Quid est Veritas?

We have read it in the Gospel, heard it in church during Holy Week, and some of us have seen the Mel Gibson film. What is truth?

In Thomist philosophy, the truth is something outside ourselves, and seizing the truth is conforming our intelligence to the information our senses receive from outside reality. In the tradition of Plato’s realism, absolute truth exists, but truth on earth is but a mere shadow of the Universal Idea of truth. Thomas Aquinas went for Aristotle’s moderate realism that gave some reality to the individual manifestations of the Universal Idea. All that is very mind-boggling, even for those of us who have sat through hours of muddled Italian philosophy lectures at the Angelicum!

Is anything absolutely true? To be sure, saying that there is no absolute truth is an “absolute truth” in itself. That is the dilemma of the “dogmatic truth” put out by atheists to say there is no God. After all, science sets out to discover truth and certitude of knowledge. So do theology and philosophy. There are some things on which we all agree as absolute truth, but our agreement depends on an agreement of definition. How is an idea or a term expressed in a language understood by you and I? That is where subjectivity lies and where our understanding or apprehension of truth is made imperfect. Even if we have a great deal of evidence and proof about something, there is a percentage of error by which our judgement of truth might be wrong.

We Christians tend to believe things as true because they were revealed by God – through the Scriptures, the Tradition, the consensus of the Church Fathers and so forth. In a Platonic perspective, the truth lies outside our grasp, and our apprehension of this truth is the work of our lives. The truth is not ours but of God. The difficulty is when we begin to impose our “absolute truth” on others to exclude them and say that they do not have this absolute truth or are in error. Those who do not assent to the “absolute truth” of the dominant person or group is attacked and denigrated, persecuted, tortured in an Inquisition torture chamber, burned at the stake, trolled on blogs, you name it…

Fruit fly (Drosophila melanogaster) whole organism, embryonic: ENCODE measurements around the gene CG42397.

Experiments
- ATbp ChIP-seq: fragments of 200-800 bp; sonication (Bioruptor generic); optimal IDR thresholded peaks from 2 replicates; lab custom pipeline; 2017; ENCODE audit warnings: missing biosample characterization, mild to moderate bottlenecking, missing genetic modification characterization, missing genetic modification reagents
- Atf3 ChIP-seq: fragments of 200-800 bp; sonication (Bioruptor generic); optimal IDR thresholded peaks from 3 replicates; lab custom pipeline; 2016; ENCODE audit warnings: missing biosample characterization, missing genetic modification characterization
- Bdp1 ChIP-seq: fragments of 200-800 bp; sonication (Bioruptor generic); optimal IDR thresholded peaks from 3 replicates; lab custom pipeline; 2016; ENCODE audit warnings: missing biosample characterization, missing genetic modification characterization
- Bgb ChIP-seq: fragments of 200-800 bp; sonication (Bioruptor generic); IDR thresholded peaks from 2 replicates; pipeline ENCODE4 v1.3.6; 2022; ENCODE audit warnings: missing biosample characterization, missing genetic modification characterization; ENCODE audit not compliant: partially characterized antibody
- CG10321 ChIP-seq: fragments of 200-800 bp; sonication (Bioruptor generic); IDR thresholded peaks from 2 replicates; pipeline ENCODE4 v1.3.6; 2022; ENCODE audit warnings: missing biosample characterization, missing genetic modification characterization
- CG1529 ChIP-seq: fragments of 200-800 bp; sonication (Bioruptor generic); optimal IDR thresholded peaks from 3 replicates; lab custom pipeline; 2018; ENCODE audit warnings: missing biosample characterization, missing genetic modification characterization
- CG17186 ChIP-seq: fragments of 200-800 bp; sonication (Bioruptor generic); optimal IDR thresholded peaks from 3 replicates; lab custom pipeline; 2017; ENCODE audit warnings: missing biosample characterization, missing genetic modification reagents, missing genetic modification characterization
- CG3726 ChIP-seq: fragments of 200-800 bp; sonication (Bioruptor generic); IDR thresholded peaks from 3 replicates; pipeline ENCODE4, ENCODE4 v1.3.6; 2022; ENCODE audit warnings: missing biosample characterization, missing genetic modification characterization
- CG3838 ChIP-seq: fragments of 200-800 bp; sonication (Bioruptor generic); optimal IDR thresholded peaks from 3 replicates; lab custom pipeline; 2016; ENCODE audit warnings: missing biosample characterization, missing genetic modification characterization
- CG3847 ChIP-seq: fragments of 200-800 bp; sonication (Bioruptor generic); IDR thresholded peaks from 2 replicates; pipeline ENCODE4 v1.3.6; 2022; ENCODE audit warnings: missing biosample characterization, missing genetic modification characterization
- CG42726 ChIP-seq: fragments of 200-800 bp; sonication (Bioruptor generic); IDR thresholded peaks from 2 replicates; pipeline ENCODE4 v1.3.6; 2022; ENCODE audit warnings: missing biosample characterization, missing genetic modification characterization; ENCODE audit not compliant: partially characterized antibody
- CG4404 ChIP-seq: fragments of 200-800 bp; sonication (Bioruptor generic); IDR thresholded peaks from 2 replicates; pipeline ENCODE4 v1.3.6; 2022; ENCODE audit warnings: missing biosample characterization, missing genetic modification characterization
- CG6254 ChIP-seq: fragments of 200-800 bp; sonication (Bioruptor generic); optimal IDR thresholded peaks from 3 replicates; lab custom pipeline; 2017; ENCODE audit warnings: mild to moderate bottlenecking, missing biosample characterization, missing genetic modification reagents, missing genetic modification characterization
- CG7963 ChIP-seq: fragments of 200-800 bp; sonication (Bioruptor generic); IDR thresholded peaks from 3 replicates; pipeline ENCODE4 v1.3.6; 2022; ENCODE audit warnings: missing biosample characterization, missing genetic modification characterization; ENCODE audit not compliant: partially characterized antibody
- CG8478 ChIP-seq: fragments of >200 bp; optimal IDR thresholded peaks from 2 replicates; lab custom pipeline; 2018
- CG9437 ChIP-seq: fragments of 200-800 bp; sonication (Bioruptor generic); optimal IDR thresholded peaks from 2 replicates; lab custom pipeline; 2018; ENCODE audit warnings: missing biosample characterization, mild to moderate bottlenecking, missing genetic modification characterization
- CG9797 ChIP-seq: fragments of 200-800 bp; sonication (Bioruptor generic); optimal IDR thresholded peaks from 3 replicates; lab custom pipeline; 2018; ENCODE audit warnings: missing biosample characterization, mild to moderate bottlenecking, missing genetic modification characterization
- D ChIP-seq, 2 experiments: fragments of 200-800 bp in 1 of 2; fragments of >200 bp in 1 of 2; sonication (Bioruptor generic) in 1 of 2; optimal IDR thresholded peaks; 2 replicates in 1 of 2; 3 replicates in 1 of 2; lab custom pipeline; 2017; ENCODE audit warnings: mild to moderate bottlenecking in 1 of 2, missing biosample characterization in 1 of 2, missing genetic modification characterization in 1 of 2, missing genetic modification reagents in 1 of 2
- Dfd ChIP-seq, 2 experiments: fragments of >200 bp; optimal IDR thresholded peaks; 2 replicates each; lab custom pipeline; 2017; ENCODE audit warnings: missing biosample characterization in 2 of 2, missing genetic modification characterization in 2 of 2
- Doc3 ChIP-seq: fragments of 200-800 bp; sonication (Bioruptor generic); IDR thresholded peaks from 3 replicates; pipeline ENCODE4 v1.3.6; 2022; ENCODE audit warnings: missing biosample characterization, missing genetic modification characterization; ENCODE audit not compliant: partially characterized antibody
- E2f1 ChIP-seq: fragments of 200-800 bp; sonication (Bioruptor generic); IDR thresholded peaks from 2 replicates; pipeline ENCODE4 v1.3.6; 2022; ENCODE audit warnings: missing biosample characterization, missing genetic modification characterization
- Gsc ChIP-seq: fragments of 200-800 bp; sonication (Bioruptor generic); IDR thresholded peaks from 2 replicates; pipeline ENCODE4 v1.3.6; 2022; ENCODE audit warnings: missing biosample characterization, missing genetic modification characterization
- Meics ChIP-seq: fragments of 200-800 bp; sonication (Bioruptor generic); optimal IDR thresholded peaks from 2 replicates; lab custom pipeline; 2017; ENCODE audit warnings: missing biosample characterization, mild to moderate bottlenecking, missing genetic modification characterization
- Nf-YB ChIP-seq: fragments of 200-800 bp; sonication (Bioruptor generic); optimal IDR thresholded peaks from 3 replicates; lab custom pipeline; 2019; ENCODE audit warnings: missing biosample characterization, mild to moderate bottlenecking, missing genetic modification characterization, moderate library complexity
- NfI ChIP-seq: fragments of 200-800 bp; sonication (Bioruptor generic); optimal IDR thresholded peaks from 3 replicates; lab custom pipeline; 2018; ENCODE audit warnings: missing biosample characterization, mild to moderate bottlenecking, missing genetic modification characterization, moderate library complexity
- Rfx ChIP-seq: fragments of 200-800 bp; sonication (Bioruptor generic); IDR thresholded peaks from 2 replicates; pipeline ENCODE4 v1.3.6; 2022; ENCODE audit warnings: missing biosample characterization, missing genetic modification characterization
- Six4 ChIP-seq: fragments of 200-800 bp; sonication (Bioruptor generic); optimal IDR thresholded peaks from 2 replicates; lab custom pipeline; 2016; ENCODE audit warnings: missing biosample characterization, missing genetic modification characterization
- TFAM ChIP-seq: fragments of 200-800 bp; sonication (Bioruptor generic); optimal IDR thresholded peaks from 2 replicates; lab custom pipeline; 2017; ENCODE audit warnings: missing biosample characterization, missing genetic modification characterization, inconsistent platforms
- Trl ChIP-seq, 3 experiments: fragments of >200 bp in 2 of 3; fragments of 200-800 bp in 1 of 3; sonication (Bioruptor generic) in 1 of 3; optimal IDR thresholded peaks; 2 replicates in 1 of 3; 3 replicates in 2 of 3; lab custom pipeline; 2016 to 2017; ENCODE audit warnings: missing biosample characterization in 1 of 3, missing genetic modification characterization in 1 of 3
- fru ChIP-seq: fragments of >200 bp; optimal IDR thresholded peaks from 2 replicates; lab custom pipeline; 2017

There has to be a notion of truth, something we all have in common and a transcendent reality outside ourselves to which we all aspire. Otherwise, there can only be chaos. It is a little like the issue of authority and anarchy, but there is the difference between the Universal Idea and the particular manifestation which can only be imperfect.

The notion of truth will continue to be debated as we all have such an imperfect understanding of what is mysterious and above the limits of our reason. Pontius Pilate was a Sceptic, one who denies the existence of truth or doubts our ability to understand anything about it. What is truth? That is the question in all our minds if there is an ounce of honesty within us.

I remember a scene from the famous film of Boris Karloff, Bedlam, made in 1946, about the notorious lunatic asylum in London in the eighteenth century. There is a scene where two young insane people are sitting on the floor squabbling over a book – That’s not true! No, that’s not true. A visitor to the hospital asks why they are fighting over truth, to which the answer is – Wiser men have fought over truth for centuries. Reading some peoples’ ideas about religion and truth, I wonder if we are not all in Bedlam!

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